Thousands of cyclists visit Arlington

Cyclists rest under the shade of Arlington’s gazebo during the two-day RSVP ride, from Seattle to Vancouver, B.C., on Aug. 17 and Aug. 18. - Courtesy Photo
Cyclists rest under the shade of Arlington’s gazebo during the two-day RSVP ride, from Seattle to Vancouver, B.C., on Aug. 17 and Aug. 18.
— image credit: Courtesy Photo

ARLINGTON — The city of Arlington served as a resting point for thousands of cyclists who were participating in the RSVP Ride, a long-distance cycling trip held Aug. 17-19.

RSVP stands for “Ride from Seattle to Vancouver and Party!” and takes two days to travel from the University of Washington campus in Seattle to downtown Vancouver, B.C. The first RSVP ride was scheduled from Aug. 17 to Aug. 18, while a second ride, RSVP2, spanned from Aug. 18 to Aug. 19. Both rides had a 1,400-rider limit and the first was completely sold out within 24 hours of open registration.

“The RSVP riders came through Arlington today,” said Arlington Recreation Manager Sarah Lopez on Aug. 17. “Arlington is a good stopping point because we have the new restrooms downtown, where they are filling up their water bottles and they are using the gazebo for shade.”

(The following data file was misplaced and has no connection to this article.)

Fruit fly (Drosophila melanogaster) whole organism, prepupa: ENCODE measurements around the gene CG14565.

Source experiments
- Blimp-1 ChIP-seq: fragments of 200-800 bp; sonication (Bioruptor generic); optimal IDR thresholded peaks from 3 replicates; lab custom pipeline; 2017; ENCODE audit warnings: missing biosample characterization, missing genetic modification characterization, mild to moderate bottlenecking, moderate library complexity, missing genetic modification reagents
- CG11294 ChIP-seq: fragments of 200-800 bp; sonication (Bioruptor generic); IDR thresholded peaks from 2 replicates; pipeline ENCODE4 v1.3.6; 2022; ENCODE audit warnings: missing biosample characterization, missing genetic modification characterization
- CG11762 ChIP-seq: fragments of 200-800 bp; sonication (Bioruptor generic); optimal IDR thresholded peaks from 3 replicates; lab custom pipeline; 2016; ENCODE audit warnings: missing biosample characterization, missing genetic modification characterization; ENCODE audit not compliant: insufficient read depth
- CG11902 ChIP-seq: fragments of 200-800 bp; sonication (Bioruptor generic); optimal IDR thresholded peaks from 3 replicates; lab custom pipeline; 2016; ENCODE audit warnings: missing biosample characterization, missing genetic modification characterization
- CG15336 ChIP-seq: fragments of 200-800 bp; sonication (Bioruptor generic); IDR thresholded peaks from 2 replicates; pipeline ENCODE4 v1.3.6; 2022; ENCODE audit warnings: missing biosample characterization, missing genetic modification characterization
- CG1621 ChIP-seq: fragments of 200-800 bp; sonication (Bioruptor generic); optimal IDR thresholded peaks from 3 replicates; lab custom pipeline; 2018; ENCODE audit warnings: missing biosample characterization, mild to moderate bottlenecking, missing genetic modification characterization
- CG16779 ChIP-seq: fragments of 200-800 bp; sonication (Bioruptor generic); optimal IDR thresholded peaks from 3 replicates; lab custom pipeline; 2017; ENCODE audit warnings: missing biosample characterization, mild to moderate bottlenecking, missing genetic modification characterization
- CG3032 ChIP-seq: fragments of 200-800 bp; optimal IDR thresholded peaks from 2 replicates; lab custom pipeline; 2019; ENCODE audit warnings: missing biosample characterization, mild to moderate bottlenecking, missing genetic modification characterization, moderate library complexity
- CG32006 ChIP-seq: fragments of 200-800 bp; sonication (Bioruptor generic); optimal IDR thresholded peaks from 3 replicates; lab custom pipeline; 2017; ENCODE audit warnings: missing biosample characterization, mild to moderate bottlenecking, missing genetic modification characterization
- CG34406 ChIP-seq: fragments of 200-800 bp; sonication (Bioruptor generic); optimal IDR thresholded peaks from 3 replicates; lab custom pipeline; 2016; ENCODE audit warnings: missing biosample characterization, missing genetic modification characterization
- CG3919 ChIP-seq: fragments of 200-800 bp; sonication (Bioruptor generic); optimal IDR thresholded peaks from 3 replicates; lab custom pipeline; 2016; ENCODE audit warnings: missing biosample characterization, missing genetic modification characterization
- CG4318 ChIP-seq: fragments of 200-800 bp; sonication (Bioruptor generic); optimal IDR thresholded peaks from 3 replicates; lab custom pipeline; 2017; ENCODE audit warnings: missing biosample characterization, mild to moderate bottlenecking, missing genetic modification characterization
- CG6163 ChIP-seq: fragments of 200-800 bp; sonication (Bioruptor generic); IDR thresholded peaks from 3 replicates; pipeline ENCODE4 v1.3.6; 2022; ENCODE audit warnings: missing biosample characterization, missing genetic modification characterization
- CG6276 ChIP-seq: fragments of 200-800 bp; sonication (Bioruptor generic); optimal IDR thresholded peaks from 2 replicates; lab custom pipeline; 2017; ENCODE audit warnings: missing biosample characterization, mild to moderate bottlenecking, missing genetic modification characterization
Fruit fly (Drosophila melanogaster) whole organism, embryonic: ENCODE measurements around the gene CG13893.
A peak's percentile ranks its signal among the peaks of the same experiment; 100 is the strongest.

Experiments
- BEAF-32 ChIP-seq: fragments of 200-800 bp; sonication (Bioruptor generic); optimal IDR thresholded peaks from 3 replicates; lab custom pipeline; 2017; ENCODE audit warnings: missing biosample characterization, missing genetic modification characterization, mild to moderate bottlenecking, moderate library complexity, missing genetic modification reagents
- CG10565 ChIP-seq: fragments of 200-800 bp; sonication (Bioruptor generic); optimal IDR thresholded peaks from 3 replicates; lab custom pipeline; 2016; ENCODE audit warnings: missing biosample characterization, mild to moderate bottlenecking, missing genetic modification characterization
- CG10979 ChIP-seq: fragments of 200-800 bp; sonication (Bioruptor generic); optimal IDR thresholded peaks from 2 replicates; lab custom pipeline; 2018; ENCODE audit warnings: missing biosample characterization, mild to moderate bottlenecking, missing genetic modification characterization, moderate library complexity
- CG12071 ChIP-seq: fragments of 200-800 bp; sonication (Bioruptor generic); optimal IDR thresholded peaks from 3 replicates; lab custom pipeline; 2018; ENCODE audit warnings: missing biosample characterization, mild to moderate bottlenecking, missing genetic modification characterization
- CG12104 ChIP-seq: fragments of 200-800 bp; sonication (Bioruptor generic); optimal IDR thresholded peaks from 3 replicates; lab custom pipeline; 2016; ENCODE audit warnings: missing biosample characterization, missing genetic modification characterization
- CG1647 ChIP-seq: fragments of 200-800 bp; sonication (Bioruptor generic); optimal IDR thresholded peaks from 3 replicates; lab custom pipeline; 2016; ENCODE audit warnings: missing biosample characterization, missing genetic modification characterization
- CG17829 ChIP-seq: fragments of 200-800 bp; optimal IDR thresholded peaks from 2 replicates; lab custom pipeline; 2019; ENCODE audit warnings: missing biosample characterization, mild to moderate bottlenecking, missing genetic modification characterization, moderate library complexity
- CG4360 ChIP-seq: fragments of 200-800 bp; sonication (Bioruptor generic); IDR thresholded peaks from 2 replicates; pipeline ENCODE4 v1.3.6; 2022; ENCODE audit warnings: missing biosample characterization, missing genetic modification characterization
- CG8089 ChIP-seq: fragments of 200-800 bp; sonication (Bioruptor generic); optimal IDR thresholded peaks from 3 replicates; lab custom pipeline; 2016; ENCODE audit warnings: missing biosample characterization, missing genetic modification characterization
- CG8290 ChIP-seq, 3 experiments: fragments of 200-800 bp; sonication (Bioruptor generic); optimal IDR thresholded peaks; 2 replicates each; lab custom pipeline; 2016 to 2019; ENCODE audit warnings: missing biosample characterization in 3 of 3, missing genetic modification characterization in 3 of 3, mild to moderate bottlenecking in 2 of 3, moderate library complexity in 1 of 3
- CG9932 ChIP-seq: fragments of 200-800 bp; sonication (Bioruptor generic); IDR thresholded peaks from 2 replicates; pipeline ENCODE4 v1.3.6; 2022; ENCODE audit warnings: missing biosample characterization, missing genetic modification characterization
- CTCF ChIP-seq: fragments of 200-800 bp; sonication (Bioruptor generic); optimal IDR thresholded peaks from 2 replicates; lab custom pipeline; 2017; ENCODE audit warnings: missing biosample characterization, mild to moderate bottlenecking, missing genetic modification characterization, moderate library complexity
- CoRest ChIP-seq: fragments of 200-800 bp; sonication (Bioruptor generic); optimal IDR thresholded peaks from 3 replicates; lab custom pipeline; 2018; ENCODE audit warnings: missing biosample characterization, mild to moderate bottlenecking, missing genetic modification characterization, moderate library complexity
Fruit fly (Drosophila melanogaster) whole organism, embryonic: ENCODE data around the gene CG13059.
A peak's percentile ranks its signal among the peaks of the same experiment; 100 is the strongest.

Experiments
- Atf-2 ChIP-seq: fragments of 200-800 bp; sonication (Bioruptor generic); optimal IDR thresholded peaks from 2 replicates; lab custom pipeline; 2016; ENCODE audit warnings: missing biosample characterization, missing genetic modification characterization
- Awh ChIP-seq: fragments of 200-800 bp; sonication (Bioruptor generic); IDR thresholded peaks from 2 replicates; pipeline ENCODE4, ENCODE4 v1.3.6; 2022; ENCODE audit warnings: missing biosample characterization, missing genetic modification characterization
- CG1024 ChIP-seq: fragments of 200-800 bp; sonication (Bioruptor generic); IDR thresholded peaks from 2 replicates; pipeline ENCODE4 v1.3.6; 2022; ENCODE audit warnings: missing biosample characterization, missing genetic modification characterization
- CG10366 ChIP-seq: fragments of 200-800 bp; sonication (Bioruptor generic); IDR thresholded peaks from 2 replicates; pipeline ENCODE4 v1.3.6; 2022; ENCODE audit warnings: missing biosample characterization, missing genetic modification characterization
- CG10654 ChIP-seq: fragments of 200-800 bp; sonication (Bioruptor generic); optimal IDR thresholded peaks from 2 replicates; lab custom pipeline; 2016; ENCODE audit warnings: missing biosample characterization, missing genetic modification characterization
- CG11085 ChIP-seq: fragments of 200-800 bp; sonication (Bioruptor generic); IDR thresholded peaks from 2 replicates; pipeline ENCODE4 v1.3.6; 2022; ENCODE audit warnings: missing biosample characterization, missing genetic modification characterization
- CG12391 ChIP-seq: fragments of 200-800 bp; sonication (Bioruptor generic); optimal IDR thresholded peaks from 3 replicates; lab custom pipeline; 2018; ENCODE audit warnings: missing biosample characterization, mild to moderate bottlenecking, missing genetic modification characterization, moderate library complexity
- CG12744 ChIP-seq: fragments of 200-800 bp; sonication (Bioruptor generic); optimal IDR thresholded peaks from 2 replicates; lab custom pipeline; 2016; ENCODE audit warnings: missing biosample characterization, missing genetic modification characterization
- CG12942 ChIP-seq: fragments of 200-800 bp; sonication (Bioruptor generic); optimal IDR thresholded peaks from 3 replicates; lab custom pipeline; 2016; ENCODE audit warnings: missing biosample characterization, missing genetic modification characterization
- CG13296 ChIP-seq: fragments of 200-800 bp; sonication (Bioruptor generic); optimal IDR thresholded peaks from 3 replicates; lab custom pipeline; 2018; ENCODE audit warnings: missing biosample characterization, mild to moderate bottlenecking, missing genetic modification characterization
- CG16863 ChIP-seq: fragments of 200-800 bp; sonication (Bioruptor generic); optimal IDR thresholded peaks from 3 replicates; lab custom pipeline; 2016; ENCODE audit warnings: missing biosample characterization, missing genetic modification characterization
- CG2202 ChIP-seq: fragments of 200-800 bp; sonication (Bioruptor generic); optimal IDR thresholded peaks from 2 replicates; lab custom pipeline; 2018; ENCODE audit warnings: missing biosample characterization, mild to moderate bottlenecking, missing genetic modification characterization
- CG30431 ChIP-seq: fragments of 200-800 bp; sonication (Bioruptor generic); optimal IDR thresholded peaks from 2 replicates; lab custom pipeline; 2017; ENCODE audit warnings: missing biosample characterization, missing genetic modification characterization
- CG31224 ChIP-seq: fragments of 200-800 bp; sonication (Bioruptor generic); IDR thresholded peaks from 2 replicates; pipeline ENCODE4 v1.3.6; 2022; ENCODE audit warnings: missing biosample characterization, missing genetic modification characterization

This year marked the 31st RSVP ride, which is hosted by the Seattle-based Cascade Bicycle Club. The ride is considered a classic among cyclists and the Cascade Bicycle Club created the RSVP2 as the ride gained in popularity.

The Seattle to Vancouver route consists of 188 miles, much of it on back roads and trails, starting with the Burke-Gilman Trail from Seattle to Bothell. Participants rode 106 miles the first day, passing through Bothell, Woodinville, Clearview, Snohomish, Lake Stevens, Arlington, Mount Vernon, Bow and Bellingham. The Centennial Trail served as the route from Snohomish to Arlington, where many riders took advantage of the adjacent Arlington Visitor Information Center.

It is considered a challenging route, but riders look forward to the finish line festival — complete with a no-host bar, barbecue and music — at the Coast Plaza Suite Hotel in downtown Vancouver.

But for the city of Arlington, the presence of the cyclists represents a boost in the local economy, as many of the riders spent their leisure time taking in the sights of downtown and visiting local eateries.

“It’s really nice to have them here,” said Lopez. “They stopped and filled up their water jugs and spent time eating lunch at downtown restaurants, so that’s great.”

For more information on bicycle rides traveling through Arlington, contact Lopez at 360-403-3421 or the Cascade Bicycle Club at its website


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